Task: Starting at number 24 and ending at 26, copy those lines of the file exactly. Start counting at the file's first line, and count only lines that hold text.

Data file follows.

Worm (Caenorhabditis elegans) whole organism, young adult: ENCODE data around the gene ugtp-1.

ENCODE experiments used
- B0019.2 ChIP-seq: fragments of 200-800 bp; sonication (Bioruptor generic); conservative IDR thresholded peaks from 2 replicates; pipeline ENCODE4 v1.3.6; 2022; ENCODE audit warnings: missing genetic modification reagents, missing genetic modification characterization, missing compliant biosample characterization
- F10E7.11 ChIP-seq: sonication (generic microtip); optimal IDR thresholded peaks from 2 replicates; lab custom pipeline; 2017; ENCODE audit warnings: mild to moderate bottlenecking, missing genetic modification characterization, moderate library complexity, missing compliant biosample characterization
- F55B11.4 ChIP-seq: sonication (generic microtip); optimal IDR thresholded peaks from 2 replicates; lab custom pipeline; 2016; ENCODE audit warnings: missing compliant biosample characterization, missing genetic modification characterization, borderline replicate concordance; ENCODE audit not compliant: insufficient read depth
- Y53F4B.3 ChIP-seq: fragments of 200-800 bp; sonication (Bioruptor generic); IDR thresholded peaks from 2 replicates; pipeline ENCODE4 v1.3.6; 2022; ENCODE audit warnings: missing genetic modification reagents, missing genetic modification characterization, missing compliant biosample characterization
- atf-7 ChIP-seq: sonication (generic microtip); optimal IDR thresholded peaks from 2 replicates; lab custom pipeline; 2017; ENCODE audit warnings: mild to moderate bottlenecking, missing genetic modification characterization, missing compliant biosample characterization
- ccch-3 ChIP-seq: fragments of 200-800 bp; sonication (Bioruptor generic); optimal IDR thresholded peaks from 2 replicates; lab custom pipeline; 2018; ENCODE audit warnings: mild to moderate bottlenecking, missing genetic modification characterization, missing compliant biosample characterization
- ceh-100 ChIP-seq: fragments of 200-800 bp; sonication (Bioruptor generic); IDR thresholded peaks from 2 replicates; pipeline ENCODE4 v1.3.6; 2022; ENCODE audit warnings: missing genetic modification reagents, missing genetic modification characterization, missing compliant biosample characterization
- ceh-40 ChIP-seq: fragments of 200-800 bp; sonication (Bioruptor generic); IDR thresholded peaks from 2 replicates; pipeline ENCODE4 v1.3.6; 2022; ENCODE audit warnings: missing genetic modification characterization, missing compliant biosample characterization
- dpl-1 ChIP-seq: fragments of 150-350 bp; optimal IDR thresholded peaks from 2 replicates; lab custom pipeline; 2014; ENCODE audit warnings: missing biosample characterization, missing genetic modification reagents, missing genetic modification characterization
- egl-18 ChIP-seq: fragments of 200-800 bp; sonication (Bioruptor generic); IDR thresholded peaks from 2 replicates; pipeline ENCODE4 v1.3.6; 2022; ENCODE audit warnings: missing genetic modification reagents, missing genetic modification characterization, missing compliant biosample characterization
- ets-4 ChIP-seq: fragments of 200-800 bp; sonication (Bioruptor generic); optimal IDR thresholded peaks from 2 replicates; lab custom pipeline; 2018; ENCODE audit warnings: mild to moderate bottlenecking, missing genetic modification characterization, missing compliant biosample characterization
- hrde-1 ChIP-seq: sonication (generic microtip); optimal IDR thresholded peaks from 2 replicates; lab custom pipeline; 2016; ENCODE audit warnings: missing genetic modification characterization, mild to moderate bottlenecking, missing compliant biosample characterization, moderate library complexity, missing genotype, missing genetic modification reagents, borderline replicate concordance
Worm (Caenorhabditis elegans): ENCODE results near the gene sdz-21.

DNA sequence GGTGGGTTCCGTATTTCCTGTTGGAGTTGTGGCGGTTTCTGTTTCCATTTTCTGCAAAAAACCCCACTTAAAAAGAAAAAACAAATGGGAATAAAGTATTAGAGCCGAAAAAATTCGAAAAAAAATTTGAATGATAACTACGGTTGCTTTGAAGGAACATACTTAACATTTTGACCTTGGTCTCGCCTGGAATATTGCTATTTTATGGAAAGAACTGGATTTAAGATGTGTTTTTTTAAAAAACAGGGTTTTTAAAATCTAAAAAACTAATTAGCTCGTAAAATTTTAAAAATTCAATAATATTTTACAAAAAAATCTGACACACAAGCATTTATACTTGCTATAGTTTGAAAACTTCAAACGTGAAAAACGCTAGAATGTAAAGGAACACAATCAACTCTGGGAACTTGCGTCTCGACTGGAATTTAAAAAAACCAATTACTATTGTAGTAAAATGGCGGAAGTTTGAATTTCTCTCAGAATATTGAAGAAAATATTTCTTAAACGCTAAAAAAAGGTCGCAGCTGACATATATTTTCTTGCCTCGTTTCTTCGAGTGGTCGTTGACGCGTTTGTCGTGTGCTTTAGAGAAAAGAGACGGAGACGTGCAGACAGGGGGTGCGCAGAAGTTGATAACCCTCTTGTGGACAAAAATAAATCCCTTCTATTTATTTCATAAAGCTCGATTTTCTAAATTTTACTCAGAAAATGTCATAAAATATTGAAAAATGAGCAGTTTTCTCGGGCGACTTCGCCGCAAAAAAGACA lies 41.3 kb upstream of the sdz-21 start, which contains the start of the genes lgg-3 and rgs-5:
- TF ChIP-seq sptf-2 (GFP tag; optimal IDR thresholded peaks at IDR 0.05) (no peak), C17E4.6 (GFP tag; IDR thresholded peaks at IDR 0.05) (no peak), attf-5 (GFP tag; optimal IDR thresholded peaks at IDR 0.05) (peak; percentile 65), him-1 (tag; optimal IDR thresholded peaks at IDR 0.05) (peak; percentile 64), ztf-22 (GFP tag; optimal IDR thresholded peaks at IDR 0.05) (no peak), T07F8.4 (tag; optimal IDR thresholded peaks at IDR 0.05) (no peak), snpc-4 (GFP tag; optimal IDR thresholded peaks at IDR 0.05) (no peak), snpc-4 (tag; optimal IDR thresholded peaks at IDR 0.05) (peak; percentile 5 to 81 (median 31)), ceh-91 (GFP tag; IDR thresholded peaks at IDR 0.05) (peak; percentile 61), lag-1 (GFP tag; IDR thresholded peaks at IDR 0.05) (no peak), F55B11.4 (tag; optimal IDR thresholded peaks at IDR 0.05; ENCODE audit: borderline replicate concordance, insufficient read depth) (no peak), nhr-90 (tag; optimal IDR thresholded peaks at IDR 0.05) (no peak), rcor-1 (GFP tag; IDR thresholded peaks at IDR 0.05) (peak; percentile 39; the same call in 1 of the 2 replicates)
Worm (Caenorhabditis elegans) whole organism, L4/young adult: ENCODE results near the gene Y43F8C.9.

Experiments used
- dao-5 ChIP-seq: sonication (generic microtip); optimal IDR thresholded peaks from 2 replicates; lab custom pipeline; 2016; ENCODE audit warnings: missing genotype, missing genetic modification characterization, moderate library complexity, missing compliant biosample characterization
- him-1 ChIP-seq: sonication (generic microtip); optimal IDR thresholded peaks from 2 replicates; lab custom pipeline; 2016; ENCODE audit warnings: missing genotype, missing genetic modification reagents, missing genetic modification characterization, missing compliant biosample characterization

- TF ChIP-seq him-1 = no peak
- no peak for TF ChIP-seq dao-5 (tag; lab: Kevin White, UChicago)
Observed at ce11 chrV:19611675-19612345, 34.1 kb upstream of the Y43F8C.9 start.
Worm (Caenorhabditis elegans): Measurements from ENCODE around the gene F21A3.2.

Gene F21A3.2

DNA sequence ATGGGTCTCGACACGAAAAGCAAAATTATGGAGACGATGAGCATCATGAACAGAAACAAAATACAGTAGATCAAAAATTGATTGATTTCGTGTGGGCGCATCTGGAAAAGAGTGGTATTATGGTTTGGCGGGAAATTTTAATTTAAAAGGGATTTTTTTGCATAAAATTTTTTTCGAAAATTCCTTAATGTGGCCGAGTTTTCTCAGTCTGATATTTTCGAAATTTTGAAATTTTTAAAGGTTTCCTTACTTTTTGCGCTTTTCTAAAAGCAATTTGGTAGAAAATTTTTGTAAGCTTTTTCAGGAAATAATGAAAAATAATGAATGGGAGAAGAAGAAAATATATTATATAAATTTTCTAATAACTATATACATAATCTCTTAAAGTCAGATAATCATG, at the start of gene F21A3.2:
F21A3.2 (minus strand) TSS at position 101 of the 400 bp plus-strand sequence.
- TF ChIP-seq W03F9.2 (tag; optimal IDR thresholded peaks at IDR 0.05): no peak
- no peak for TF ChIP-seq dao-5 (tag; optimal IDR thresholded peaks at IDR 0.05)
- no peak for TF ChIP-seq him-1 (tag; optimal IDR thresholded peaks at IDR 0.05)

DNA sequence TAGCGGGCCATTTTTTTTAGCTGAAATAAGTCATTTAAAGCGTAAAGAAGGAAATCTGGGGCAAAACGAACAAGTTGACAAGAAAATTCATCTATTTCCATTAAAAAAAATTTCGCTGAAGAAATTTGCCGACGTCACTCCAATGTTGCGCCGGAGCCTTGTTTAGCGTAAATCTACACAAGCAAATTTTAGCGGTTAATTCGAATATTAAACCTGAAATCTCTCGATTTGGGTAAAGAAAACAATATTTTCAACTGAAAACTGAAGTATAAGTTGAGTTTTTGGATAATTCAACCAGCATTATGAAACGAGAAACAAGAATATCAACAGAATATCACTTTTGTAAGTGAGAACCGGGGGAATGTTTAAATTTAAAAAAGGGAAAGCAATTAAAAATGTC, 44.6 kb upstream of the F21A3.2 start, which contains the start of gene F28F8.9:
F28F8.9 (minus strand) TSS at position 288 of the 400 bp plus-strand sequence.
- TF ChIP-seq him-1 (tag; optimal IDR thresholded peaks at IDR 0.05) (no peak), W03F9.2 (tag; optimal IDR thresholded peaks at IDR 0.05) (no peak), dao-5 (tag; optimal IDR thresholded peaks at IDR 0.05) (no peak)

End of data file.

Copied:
Observed at ce11 chrV:19611675-19612345, 34.1 kb upstream of the Y43F8C.9 start.
Worm (Caenorhabditis elegans): Measurements from ENCODE around the gene F21A3.2.

Gene F21A3.2